The Food, Health, and Ecological Well-Being Program equips faith leaders and congregations to become change agents in food security, community health, and resilient food economies. To that end, our academics and continuing education programs focus on a number of interrelated core competencies. Our programs teach faith leaders to:

  • Apply a theological frame to today’s pressing problems connected to food—hunger, obesity, diabetes, ecological devastation, energy, global warming—and draw on the core interdisciplinary areas of a theological education curriculum (spirituality, ethics, biblical, historical, and theological studies, ministry and missions) as essential resources for transforming the conversation and practices about food.
  • Expand their understanding of vocation to include church-supported agriculture projects, farmworker justice, and other food-related ministries.
  • Nurture their own spiritual growth and that of the communities they serve by adopting holistic faith practices that nourish mind, body, and soul.
  • Understand the problems with our current food system, while growing in knowledge of regenerative forms of agricultural such as permaculture, biointensive mini-farming, and other ecologically-sound agricultural practices.
  • Encourage a global perspective by applying a theological lens to food-related issues in diverse religious, cultural, and ethnic perspectives within both national and international contexts.
Food and Faith Master of Divinity Concentration

The Wake Forest University School of Divinity offers a concentration within the Master of Divinity degree designed to equip religious leaders with the knowledge, skills, and pastoral habits necessary to guide congregations and other faith-based organizations into creating more redemptive food systems where God’s shalom becomes visible for a hungry world.


Core Courses (6h)

  • Foundational course (3 hours): MIN 561 “Food, Faith, and Health: Navigating the Intersections in Community”
  • Experiential course (3 hours):  A course that combines hands-on learning in organic gardening, food preparation, and preservation with scriptural/theological reflection. The purpose of such a course is to ensure that students have basic skills in growing and preparing food. The pedagogical combination of theological reflection and active creation care mirrors the holistic view of well-being that is at the heart of the concentration.
    • Examples:
      • MIN 560 “Field, Table, Communion”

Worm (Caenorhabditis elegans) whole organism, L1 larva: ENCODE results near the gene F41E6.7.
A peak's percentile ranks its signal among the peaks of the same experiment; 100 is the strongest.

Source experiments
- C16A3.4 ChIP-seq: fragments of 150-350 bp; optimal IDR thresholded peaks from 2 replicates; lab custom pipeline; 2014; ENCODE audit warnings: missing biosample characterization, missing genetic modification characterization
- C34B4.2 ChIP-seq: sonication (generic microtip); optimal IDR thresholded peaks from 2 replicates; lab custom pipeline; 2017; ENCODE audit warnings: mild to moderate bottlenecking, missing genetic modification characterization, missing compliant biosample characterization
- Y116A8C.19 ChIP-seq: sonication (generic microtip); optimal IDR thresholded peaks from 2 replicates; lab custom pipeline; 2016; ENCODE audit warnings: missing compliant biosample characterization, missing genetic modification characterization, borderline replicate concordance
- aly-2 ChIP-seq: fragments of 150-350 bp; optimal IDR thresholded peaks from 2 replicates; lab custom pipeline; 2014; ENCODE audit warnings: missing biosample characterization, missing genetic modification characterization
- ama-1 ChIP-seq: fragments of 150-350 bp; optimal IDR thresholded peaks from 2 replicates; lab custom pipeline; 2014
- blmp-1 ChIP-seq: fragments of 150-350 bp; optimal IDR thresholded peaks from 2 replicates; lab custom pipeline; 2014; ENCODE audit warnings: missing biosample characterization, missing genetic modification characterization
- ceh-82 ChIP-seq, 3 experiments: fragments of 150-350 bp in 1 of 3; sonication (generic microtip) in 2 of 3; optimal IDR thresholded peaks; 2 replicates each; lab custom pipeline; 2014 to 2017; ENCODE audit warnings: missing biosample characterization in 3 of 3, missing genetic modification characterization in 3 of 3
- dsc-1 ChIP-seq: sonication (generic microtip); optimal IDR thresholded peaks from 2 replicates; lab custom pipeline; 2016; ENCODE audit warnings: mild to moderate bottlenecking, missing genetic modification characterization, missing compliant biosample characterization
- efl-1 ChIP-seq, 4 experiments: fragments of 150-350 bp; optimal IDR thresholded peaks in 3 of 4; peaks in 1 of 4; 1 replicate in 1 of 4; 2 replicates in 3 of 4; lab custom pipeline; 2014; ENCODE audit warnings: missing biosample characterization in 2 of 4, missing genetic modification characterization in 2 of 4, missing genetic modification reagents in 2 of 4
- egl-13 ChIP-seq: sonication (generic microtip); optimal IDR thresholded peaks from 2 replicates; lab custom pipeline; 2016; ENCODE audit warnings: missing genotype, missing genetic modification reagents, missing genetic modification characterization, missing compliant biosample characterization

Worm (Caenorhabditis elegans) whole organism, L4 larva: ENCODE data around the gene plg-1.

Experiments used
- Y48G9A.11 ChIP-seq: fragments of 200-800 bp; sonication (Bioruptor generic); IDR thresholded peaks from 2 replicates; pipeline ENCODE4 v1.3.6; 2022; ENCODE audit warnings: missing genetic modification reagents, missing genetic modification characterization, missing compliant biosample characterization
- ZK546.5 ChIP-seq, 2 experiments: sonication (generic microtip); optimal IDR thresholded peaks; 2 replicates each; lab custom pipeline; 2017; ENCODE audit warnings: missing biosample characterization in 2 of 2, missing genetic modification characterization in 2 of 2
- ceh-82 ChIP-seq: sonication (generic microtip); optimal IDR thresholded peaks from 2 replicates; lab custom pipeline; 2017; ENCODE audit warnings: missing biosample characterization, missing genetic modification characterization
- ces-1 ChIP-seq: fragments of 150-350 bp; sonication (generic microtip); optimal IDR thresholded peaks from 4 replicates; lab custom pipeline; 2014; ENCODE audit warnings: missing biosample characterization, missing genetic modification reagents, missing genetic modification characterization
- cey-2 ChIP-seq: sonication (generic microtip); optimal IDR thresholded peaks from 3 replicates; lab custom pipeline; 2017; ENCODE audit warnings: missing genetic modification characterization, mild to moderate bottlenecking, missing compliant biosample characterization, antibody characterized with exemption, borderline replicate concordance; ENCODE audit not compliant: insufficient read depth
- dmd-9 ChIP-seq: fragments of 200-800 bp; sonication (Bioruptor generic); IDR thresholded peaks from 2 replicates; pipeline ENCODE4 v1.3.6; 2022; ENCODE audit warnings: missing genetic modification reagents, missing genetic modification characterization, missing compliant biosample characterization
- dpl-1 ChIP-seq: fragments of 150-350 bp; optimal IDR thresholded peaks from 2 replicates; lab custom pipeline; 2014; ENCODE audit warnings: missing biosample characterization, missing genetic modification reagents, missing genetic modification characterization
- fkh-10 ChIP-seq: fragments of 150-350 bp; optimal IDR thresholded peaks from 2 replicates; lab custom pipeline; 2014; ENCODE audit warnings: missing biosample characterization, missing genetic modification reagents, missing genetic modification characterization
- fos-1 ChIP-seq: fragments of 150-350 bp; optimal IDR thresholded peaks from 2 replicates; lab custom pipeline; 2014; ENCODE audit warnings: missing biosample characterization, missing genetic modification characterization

• MIN 597 “Roots & Branches: The Jewish Environmental Fellowship for Emerging Christian Leaders”

Elective courses (1h – 3h)

  • Elective courses may be taken through the existing School of Divinity curriculum in a variety of biblical, historical, theological or ministerial studies options that include an emphasis on food and faith-related topics or issues. Students must have the approval of the program director in order for an elective to count toward the concentration. Courses outside the School of Divinity can also be used for elective credits.
    • Examples:
      • BIB 790 “Food & Faith in the World of the Hebrew Bible”
      • MIN 790 “The Monastic Impulse Old & New: Prayer, Work, and the Spirituality of Food”
      • MIN 790 “Food, Faith, and Justice”
      • HIS 630 “Culinary Culture in Black Religious Experience”

Internship experience (3h)

  • Students can choose to develop an Art of Ministry II or Art of Ministry III internship experience with a food and faith emphasis. Summer internships or specialized internship completed during the academic year can also count toward this requirement.

Capstone project (3h)

  • Students can focus this requirement through the current Art of Ministry III requirement by completing either a senior project or a senior internship.
Faith and Health of the Public Master of Divinity Concentration

Utilizing partnerships across the university and the region (such as Wake Forest Baptist Medical Center’s Divisions of Public Health Sciences and Faith and Health Ministries), the Faith and Health concentration equips religious leaders with skills to lead congregations and faith-fueled community organizations seeking to embody shalom and healing in community.


  • Gateway Course: MIN 561 “Food, Faith, Health, and Community” (3 hours)
  • MIN 595 A & B: Multicultural Contexts for Ministry: Nicaragua (3 hours)
  • Internship (6 hours)
    • MIN 601 A & B in setting focusing on health or
    • MIN 635 A & B, Clinical Pastoral Education (CPE)
  • Electives: Courses focusing on faith and health (with approval of program director) or Clinical Pastoral Education (1-6 hours)
  • Capstone Project: Choose from the following (3 hours):
    • MIN 701, Art of Ministry III Integrative Project
    • MIN 702 A & B, Art of Ministry Specialized Internship (or Clinical Pastoral Education)